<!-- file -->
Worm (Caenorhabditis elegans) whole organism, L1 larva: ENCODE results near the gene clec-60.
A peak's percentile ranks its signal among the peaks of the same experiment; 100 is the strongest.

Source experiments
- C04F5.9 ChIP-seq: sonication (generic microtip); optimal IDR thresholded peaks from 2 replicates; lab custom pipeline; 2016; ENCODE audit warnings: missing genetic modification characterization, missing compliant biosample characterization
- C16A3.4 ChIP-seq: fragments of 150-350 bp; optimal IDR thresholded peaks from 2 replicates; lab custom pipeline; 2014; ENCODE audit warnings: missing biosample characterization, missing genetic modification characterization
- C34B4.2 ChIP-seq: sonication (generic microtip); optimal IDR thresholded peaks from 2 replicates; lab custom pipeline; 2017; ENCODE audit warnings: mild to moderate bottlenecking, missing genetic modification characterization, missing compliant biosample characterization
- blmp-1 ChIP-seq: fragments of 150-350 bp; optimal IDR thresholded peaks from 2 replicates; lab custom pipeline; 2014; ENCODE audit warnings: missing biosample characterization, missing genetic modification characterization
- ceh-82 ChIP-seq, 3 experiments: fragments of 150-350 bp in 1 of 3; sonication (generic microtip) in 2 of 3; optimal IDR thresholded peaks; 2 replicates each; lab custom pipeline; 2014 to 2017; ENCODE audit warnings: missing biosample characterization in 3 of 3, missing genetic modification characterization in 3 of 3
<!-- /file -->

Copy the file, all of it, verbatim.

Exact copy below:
Worm (Caenorhabditis elegans) whole organism, L1 larva: ENCODE results near the gene clec-60.
A peak's percentile ranks its signal among the peaks of the same experiment; 100 is the strongest.

Source experiments
- C04F5.9 ChIP-seq: sonication (generic microtip); optimal IDR thresholded peaks from 2 replicates; lab custom pipeline; 2016; ENCODE audit warnings: missing genetic modification characterization, missing compliant biosample characterization
- C16A3.4 ChIP-seq: fragments of 150-350 bp; optimal IDR thresholded peaks from 2 replicates; lab custom pipeline; 2014; ENCODE audit warnings: missing biosample characterization, missing genetic modification characterization
- C34B4.2 ChIP-seq: sonication (generic microtip); optimal IDR thresholded peaks from 2 replicates; lab custom pipeline; 2017; ENCODE audit warnings: mild to moderate bottlenecking, missing genetic modification characterization, missing compliant biosample characterization
- blmp-1 ChIP-seq: fragments of 150-350 bp; optimal IDR thresholded peaks from 2 replicates; lab custom pipeline; 2014; ENCODE audit warnings: missing biosample characterization, missing genetic modification characterization
- ceh-82 ChIP-seq, 3 experiments: fragments of 150-350 bp in 1 of 3; sonication (generic microtip) in 2 of 3; optimal IDR thresholded peaks; 2 replicates each; lab custom pipeline; 2014 to 2017; ENCODE audit warnings: missing biosample characterization in 3 of 3, missing genetic modification characterization in 3 of 3